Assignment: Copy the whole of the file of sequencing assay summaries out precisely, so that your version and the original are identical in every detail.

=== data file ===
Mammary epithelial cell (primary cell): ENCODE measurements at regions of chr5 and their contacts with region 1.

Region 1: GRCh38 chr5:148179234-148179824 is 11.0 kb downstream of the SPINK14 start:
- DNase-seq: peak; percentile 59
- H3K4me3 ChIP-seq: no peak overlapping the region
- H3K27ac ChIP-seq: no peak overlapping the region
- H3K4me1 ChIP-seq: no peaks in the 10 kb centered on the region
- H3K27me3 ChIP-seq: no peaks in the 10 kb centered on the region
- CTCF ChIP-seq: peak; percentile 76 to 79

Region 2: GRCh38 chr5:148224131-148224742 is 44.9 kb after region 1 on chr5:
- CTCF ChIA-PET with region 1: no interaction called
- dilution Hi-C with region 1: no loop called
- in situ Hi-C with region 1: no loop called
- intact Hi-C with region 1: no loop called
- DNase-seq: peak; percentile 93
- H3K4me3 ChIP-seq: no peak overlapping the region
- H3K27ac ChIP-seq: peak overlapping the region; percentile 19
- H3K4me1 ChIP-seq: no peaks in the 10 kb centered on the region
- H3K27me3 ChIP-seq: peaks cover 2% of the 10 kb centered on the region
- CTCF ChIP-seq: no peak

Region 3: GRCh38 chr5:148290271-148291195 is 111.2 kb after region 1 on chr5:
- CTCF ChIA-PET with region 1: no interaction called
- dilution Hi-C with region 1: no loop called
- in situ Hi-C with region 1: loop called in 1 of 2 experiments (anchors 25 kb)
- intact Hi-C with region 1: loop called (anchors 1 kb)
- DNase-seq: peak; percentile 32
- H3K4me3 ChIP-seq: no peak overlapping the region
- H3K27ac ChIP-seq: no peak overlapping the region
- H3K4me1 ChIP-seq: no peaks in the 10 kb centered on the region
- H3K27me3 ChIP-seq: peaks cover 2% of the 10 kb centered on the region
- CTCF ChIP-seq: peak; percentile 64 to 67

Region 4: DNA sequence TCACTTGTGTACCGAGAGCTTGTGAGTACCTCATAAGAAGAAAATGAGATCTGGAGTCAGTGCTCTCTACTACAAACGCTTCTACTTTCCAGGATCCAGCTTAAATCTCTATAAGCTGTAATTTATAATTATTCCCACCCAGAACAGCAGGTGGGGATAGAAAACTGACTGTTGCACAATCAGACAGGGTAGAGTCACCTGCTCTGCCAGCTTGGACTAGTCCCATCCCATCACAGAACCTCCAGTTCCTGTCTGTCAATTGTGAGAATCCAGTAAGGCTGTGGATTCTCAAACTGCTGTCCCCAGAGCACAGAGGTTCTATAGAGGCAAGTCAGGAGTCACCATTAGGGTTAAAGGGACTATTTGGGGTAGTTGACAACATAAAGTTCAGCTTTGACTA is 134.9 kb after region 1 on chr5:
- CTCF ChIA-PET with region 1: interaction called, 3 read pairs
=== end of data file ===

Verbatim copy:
Mammary epithelial cell (primary cell): ENCODE measurements at regions of chr5 and their contacts with region 1.

Region 1: GRCh38 chr5:148179234-148179824 is 11.0 kb downstream of the SPINK14 start:
- DNase-seq: peak; percentile 59
- H3K4me3 ChIP-seq: no peak overlapping the region
- H3K27ac ChIP-seq: no peak overlapping the region
- H3K4me1 ChIP-seq: no peaks in the 10 kb centered on the region
- H3K27me3 ChIP-seq: no peaks in the 10 kb centered on the region
- CTCF ChIP-seq: peak; percentile 76 to 79

Region 2: GRCh38 chr5:148224131-148224742 is 44.9 kb after region 1 on chr5:
- CTCF ChIA-PET with region 1: no interaction called
- dilution Hi-C with region 1: no loop called
- in situ Hi-C with region 1: no loop called
- intact Hi-C with region 1: no loop called
- DNase-seq: peak; percentile 93
- H3K4me3 ChIP-seq: no peak overlapping the region
- H3K27ac ChIP-seq: peak overlapping the region; percentile 19
- H3K4me1 ChIP-seq: no peaks in the 10 kb centered on the region
- H3K27me3 ChIP-seq: peaks cover 2% of the 10 kb centered on the region
- CTCF ChIP-seq: no peak

Region 3: GRCh38 chr5:148290271-148291195 is 111.2 kb after region 1 on chr5:
- CTCF ChIA-PET with region 1: no interaction called
- dilution Hi-C with region 1: no loop called
- in situ Hi-C with region 1: loop called in 1 of 2 experiments (anchors 25 kb)
- intact Hi-C with region 1: loop called (anchors 1 kb)
- DNase-seq: peak; percentile 32
- H3K4me3 ChIP-seq: no peak overlapping the region
- H3K27ac ChIP-seq: no peak overlapping the region
- H3K4me1 ChIP-seq: no peaks in the 10 kb centered on the region
- H3K27me3 ChIP-seq: peaks cover 2% of the 10 kb centered on the region
- CTCF ChIP-seq: peak; percentile 64 to 67

Region 4: DNA sequence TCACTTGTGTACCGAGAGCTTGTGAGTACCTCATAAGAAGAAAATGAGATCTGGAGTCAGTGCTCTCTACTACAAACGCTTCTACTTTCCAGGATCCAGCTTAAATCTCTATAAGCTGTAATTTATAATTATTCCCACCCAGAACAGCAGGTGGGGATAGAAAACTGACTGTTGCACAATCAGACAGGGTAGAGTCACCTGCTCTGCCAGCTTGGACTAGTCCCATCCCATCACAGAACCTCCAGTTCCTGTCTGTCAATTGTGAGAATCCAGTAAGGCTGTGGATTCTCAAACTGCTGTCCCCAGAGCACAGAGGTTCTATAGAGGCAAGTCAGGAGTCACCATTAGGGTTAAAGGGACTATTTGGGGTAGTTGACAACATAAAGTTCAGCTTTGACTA is 134.9 kb after region 1 on chr5:
- CTCF ChIA-PET with region 1: interaction called, 3 read pairs